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'Outer Limits' Keeps a Horizontal Hold on Us


There is nothing wrong with your TV set. We are controlling the transmission. We can control the vertical. We can control the horizontal. For the next hour we will control all that you see and hear and think. You are watching a drama that reaches from the inner mind to..."The Outer Limits."

Those ominous words began the science-fiction anthology series "The Outer Limits." When it originally aired on ABC (September, 1963 through January, 1965), the series was overshadowed by Rod Serling's "The Twlight Zone" on CBS. But "The Outer Limits" has developed a strong cult following. MGM/UA Home Video has released more than 30 episodes on videocassette and fans can see it for free on KABC at 1 a.m. every Saturday.

Created and produced by Leslie Stevens, "The Outer Limits" boasted scary, gruesome alien creatures, innovative scripts by such noted sci-fi writers as Harlan Ellison, and such guest stars as Gloria Grahame, Miriam Hopkins, Martin Landau, Sally Kellerman, David McCallum and Lloyd Nolan.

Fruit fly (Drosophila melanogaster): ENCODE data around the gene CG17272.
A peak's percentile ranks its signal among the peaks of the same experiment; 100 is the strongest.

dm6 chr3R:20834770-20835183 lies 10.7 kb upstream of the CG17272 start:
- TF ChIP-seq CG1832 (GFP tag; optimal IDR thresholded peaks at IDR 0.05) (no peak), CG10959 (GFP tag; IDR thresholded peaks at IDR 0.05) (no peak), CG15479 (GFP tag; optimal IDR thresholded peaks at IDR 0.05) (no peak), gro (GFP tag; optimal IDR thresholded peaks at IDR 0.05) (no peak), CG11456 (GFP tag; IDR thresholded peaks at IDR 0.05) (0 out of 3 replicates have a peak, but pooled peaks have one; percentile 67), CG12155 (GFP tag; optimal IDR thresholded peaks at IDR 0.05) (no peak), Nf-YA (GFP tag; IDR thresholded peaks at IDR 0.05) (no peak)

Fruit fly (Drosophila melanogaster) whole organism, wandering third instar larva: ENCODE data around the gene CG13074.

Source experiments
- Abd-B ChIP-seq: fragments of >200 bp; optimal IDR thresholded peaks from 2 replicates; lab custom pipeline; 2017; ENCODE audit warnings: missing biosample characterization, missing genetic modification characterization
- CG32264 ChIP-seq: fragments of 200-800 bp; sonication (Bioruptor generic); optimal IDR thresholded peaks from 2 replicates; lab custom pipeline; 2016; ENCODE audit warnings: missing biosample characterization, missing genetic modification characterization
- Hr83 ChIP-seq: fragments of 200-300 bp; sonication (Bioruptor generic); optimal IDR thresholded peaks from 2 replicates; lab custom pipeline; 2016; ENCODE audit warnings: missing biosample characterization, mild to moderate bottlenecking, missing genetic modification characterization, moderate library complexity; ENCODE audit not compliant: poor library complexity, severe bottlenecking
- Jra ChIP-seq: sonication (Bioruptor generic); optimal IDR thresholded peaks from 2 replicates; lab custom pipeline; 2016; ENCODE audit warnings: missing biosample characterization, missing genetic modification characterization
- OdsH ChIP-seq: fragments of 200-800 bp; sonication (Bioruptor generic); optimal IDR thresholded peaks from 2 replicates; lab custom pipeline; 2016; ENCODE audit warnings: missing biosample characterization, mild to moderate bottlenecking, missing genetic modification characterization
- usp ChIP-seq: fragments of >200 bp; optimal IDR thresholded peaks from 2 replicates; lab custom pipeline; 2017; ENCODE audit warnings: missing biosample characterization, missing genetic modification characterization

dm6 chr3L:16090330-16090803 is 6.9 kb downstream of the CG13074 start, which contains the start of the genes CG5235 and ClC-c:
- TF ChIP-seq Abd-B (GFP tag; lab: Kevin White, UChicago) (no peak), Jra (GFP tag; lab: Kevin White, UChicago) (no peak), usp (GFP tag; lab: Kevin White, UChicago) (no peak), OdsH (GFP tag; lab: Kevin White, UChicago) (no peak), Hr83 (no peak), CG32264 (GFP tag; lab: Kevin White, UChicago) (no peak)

A pre-"I Spy" Robert Culp starred in two of the best episodes. In "The Corpus Earthling," Culp plays a scientist who receives a special implant in his head that enables him to overhear a conversation between two black rocks plotting a war against humanity. In "The Architects of Fear," Culp is another scientist who volunteers to be transformed into a hideous alien in the hopes that a common enemy will unify warring nations on Earth.

"The Outer Limits" also was a great training ground for some now-established stars. Martin Sheen, then twentysomething, gives a terrific performance in "Nightmare," a horrifying drama about a group of Earthmen being held prisoners by the sadistic gargoyle-like people of the planet Ebon.

And a young Dabney Coleman is seen briefly-and has a great death scene-in "Specimen Unknown," a chiller about deadly alien spores which contaminate a space station. "Specimen Unknown" was the highest-rated episode of the series.

"The Outer Limits" airs late Saturdays at 1 a.m. on KABC.

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